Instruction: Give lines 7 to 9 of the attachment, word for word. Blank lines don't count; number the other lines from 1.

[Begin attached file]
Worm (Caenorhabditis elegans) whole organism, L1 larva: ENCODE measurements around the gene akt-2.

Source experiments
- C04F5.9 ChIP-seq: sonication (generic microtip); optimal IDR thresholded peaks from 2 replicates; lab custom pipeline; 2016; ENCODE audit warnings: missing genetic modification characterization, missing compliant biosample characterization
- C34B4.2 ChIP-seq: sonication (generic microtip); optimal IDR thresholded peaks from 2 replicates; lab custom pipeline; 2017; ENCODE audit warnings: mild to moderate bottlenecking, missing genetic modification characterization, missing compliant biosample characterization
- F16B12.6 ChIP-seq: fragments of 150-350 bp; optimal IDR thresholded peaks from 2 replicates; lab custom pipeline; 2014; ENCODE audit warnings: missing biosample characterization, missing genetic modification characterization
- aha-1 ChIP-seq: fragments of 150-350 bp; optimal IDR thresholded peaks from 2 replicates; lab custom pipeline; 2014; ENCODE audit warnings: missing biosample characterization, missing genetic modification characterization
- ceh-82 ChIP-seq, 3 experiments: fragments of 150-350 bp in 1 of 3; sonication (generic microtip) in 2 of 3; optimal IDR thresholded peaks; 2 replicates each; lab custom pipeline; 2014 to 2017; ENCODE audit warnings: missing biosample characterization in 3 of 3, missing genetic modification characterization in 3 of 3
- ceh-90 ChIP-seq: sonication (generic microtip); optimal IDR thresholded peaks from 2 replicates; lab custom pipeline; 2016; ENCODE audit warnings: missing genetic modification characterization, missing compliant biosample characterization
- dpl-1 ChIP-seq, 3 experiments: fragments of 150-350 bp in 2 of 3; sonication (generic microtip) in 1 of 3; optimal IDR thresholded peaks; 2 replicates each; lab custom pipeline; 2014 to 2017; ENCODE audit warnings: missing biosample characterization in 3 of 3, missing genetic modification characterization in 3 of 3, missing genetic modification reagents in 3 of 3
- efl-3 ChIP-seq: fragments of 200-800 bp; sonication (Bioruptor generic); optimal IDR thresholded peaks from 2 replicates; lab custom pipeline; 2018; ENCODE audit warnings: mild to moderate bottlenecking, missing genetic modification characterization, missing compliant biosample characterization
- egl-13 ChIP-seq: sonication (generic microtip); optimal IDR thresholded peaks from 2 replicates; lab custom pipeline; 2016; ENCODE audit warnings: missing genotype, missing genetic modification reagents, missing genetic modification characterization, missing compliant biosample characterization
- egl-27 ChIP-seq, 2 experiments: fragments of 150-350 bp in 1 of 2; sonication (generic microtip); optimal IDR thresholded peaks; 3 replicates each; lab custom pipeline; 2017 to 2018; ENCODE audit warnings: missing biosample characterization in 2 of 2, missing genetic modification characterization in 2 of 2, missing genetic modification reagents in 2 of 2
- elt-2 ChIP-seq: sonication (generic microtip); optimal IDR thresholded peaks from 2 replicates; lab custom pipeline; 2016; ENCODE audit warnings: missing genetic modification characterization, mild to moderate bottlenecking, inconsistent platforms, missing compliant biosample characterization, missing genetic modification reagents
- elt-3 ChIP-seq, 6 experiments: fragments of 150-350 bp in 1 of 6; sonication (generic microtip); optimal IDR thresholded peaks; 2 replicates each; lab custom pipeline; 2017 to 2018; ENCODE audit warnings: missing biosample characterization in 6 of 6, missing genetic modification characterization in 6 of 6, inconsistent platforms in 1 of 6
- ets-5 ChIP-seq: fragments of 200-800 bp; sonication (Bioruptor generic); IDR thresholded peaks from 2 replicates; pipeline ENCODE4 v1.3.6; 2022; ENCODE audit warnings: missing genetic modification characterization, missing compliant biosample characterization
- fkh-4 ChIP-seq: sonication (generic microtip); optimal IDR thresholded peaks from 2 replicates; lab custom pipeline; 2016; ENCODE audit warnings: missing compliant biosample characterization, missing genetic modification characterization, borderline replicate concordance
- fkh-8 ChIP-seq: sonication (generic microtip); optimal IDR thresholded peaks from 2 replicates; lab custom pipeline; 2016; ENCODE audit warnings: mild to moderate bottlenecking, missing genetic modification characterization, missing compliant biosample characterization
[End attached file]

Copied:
- ceh-82 ChIP-seq, 3 experiments: fragments of 150-350 bp in 1 of 3; sonication (generic microtip) in 2 of 3; optimal IDR thresholded peaks; 2 replicates each; lab custom pipeline; 2014 to 2017; ENCODE audit warnings: missing biosample characterization in 3 of 3, missing genetic modification characterization in 3 of 3
- ceh-90 ChIP-seq: sonication (generic microtip); optimal IDR thresholded peaks from 2 replicates; lab custom pipeline; 2016; ENCODE audit warnings: missing genetic modification characterization, missing compliant biosample characterization
- dpl-1 ChIP-seq, 3 experiments: fragments of 150-350 bp in 2 of 3; sonication (generic microtip) in 1 of 3; optimal IDR thresholded peaks; 2 replicates each; lab custom pipeline; 2014 to 2017; ENCODE audit warnings: missing biosample characterization in 3 of 3, missing genetic modification characterization in 3 of 3, missing genetic modification reagents in 3 of 3